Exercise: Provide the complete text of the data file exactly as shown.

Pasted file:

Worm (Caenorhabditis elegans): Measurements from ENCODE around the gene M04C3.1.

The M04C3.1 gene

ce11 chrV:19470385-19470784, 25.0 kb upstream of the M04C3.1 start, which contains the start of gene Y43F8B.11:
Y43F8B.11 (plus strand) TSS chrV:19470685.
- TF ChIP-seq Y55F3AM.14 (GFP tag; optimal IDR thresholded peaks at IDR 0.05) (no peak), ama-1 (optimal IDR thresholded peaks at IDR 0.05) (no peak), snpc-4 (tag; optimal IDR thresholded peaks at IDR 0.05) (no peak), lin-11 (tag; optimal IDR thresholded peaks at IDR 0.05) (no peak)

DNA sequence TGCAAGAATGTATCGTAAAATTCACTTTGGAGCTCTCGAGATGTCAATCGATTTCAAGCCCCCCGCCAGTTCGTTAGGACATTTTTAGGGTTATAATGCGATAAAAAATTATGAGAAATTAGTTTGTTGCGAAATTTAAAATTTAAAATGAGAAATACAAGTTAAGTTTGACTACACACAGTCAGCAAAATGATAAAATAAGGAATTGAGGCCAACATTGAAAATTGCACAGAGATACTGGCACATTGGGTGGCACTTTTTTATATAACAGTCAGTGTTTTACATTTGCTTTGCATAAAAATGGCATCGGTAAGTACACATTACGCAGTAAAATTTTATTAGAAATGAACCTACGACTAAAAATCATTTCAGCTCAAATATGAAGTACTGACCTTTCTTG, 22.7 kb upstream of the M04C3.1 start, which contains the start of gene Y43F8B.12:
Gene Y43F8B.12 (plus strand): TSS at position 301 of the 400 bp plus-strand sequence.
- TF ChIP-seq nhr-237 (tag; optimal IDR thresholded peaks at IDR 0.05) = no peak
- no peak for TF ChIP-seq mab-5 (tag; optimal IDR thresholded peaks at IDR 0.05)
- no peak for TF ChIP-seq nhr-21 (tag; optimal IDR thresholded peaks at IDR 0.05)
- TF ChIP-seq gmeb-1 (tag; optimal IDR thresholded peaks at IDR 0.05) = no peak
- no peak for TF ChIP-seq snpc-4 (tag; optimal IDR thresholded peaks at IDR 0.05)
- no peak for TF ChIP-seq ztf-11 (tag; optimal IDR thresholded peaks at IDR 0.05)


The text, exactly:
Worm (Caenorhabditis elegans): Measurements from ENCODE around the gene M04C3.1.

The M04C3.1 gene

ce11 chrV:19470385-19470784, 25.0 kb upstream of the M04C3.1 start, which contains the start of gene Y43F8B.11:
Y43F8B.11 (plus strand) TSS chrV:19470685.
- TF ChIP-seq Y55F3AM.14 (GFP tag; optimal IDR thresholded peaks at IDR 0.05) (no peak), ama-1 (optimal IDR thresholded peaks at IDR 0.05) (no peak), snpc-4 (tag; optimal IDR thresholded peaks at IDR 0.05) (no peak), lin-11 (tag; optimal IDR thresholded peaks at IDR 0.05) (no peak)

DNA sequence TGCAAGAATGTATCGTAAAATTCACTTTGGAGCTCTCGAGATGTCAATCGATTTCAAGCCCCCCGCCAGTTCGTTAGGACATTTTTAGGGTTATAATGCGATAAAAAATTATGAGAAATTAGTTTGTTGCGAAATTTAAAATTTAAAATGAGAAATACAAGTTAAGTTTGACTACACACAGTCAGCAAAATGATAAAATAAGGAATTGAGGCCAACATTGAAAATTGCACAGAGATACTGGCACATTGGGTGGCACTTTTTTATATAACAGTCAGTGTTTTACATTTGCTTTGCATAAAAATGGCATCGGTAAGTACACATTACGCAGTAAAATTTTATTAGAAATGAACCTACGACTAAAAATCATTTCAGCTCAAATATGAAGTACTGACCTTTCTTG, 22.7 kb upstream of the M04C3.1 start, which contains the start of gene Y43F8B.12:
Gene Y43F8B.12 (plus strand): TSS at position 301 of the 400 bp plus-strand sequence.
- TF ChIP-seq nhr-237 (tag; optimal IDR thresholded peaks at IDR 0.05) = no peak
- no peak for TF ChIP-seq mab-5 (tag; optimal IDR thresholded peaks at IDR 0.05)
- no peak for TF ChIP-seq nhr-21 (tag; optimal IDR thresholded peaks at IDR 0.05)
- TF ChIP-seq gmeb-1 (tag; optimal IDR thresholded peaks at IDR 0.05) = no peak
- no peak for TF ChIP-seq snpc-4 (tag; optimal IDR thresholded peaks at IDR 0.05)
- no peak for TF ChIP-seq ztf-11 (tag; optimal IDR thresholded peaks at IDR 0.05)